Description of original award (Fiscal Year 2018, $120,208)
OJJDP's Field Initiated Research and Evaluation Program supports innovative and methodologically sound research and evaluation efforts that inform policy and practice consistent with OJJDP's mission to advance effective delinquency prevention and juvenile justice system interventions.
Civil gang injunctions (CGIs) impose significant behavioral restrictions on individuals (i.e., setting curfews, prohibiting free movement, and restricting social activity), in an effort to reduce social interactions that may lead to conflict. Yet, despite their use in cities across California and beyond, little is known about the effects that CGIs have on sanctioned groups. This study will examine how the web of violence changes at the local level, comparing pre- and post-injunction networks of violence for specific gangs, as well as the aggregate effect across a 20-year period using stochastic actor-oriented modeling. The researchers will investigate how the imposition of CGIs alters the tendency of gangs to direct serious violence at non-gang involved individuals and engage in new conflict, while controlling for historical effects and group characteristics. This will be the first study to test the dynamic and compound effects of CGIs on the social structure of serious violence affecting gang-involved youth. Starting with 72 enjoined gangs, the researchers will use a 2-step network generation process to map the social landscape of violence within which each group is enmeshed. This study advances crime prevention policy in three ways. First, by investigating inter-group violence involving juveniles, the researchers will document the dynamic and stable properties of street gang conflict, and stand to inform the future use of CGIs and reshape behavioral prohibitions so they are more tailored to the group (less emphasis on "one-size-fits all" and less detrimental to familial support networks). Second, by including all enjoined groups and others in conflict with them, the researchers will shed light on inter-gang violence involving understudied populations and ethnic conflict, and investigate how young people area embedded in networks of adult violence. Third, by uncovering how local gang violence ripples through a regional social network, the researchers will show where interagency cooperation and coordination spanning child welfare and the criminal justice system can improve case management and maximize the benefits of anti-gang efforts.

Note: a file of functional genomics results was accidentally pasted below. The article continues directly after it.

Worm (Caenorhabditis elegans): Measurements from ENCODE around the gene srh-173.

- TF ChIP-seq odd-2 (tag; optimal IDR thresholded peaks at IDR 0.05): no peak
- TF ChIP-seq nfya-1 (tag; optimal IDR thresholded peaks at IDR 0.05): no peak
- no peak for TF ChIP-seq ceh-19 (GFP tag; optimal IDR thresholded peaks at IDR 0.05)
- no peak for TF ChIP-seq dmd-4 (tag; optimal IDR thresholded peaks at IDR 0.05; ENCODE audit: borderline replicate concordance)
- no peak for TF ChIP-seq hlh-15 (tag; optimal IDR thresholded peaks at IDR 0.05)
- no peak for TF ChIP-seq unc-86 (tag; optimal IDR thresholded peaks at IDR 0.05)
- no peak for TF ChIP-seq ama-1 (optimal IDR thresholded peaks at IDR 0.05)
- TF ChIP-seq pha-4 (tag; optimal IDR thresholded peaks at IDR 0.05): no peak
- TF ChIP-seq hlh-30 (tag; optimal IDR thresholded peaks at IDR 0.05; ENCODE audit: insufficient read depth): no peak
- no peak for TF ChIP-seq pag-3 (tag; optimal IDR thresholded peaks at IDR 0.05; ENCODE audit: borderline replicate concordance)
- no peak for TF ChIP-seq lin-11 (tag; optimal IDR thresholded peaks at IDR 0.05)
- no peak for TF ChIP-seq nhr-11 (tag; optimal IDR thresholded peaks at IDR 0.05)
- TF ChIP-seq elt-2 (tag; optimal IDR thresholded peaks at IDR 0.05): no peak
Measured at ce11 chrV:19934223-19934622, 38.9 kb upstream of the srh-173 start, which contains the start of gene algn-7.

In addition to generating a unique, rich dataset, scholarly products, and practitioner-oriented materials, at the conclusion of this project, the investigators will host a colloquium to discuss the implications of this research with community partners. By facilitating an open dialogue about CGIs and possible alternatives, the research team seeks to weaken the web of violence and improve community safety.
Note: This project contains a research and/or development component, as defined in applicable law, and complies with Part 200 Uniform Requirements- 2 CFR 200.210(a)(14).
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